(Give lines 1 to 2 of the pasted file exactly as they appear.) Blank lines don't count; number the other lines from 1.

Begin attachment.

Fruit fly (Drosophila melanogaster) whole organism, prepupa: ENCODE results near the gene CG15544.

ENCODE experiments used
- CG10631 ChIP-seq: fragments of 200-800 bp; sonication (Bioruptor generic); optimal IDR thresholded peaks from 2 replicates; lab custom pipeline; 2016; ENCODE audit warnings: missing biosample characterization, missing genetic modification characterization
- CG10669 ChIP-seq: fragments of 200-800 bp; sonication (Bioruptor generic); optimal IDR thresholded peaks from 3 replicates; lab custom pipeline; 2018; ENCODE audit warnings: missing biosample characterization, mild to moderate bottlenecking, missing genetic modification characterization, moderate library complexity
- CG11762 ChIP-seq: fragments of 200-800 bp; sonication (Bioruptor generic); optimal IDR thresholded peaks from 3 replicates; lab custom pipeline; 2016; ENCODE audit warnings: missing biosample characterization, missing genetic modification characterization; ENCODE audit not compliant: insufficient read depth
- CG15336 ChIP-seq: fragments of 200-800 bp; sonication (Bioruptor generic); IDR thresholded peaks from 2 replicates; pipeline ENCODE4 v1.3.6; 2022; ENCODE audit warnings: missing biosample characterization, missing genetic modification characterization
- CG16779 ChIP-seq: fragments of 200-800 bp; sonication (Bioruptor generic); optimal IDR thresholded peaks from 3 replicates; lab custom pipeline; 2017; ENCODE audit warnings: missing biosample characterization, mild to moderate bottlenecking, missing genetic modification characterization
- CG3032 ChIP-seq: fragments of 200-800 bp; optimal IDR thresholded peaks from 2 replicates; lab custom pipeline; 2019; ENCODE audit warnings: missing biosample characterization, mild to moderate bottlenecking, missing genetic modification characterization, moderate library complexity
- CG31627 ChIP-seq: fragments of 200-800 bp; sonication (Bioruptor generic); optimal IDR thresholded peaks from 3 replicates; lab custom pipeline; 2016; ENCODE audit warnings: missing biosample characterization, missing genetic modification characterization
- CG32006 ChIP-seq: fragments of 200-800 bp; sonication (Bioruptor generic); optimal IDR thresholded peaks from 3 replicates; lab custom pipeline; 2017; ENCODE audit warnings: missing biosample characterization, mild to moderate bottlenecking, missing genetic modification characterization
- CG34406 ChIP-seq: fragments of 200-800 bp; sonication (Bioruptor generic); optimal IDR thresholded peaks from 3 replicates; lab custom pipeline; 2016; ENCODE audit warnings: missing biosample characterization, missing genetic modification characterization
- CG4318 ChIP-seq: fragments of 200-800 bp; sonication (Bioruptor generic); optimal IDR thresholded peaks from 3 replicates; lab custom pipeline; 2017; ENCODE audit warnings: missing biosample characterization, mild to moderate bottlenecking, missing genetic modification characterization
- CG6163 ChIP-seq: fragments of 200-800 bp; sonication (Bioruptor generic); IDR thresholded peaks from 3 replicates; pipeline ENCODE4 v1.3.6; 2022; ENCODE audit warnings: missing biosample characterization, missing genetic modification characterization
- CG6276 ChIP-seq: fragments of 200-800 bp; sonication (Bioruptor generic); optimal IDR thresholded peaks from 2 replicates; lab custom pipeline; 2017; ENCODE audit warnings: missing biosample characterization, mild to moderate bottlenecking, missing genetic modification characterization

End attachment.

Fruit fly (Drosophila melanogaster) whole organism, prepupa: ENCODE results near the gene CG15544.

ENCODE experiments used